The airbag deployed around my leg. I never hit it; I was braced so well. I saw Esaii race out a door into the back yard. I was impressed with his speed. I grabbed the pistol grip Mossberg and tucked the. 44 in my waistband. Then I followed Esaii out the door. He was already gone when I stepped outside... so I had no idea which way he went.

I jumped the wooden fence, losing my pistol in the process. I didn’t have time to pick it up. After running a few blocks, I looked around. I found a bush to hide under and get my bearings. That airplane was nowhere to be seen, from where I was.

Caleb caught up to me and joined me under this bush. “Where’s Esaii?” he asked. He was breathing pretty hard.

“I don’t know. We went different directions, probably.”

“What do you want to do?” he asked.

Then, I made a really bad decision. “Let’s go that way.” I pointed northeast. It was a change in direction, toward Interstate 5 (I-5).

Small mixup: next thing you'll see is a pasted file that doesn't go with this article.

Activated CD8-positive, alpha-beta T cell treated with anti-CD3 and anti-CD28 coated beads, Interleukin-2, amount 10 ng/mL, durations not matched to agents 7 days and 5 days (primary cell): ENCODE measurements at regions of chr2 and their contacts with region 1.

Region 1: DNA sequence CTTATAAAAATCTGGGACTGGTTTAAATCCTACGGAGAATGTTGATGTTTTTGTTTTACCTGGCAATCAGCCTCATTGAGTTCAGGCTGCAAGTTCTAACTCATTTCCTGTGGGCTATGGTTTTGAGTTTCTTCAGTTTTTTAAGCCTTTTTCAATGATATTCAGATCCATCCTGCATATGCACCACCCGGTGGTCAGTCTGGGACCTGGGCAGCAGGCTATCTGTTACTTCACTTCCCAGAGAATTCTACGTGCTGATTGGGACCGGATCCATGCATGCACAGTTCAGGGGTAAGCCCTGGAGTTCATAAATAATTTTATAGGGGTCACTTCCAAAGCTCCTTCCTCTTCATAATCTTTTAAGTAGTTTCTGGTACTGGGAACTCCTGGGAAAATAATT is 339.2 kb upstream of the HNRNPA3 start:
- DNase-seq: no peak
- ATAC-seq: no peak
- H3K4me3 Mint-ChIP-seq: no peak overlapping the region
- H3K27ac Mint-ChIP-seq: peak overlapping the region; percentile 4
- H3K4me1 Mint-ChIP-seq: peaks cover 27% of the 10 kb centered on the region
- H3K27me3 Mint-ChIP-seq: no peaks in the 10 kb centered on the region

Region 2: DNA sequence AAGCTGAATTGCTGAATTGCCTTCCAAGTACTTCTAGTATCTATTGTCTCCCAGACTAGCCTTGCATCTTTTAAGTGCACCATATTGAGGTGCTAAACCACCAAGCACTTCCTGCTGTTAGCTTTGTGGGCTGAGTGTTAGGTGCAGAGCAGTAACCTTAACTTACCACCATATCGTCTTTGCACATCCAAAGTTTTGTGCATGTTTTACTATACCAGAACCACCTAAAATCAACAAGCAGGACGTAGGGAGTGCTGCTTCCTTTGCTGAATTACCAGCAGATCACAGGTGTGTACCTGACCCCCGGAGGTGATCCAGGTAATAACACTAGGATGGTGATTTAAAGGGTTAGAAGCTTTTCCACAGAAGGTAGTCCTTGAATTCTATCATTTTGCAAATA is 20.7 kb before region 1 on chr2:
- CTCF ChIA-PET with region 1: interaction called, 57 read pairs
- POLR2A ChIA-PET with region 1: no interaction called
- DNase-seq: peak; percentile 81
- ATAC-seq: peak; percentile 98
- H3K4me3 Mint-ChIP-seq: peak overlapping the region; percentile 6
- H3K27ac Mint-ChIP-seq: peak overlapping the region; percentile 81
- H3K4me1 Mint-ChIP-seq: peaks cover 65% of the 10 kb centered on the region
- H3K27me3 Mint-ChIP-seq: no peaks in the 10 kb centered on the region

He was ready, and we ran that way. It didn’t take long to realize we were completely within the police search perimeter. Surrounded. I spotted that plane again, but things just got worse, because now there was a helicopter. There were two dozen officers within sight of our position. We were under a huge tree with lots of new budding leaves, near a cul-de-sac, probably 100 yards from I-5.

We decided to low crawl through the two-foot-high grass, to reach I-5. Halfway there, the jig was up.

“Freeze, assholes!” shouted one of the cops. He added, “I see you! Don’t try shit!”

Caleb and I froze.

Well... perhaps it was a trick? They could be trying to sucker us into revealing ourselves. I watched them try that only 15 minutes earlier. I crawled forward once again. Caleb followed suit.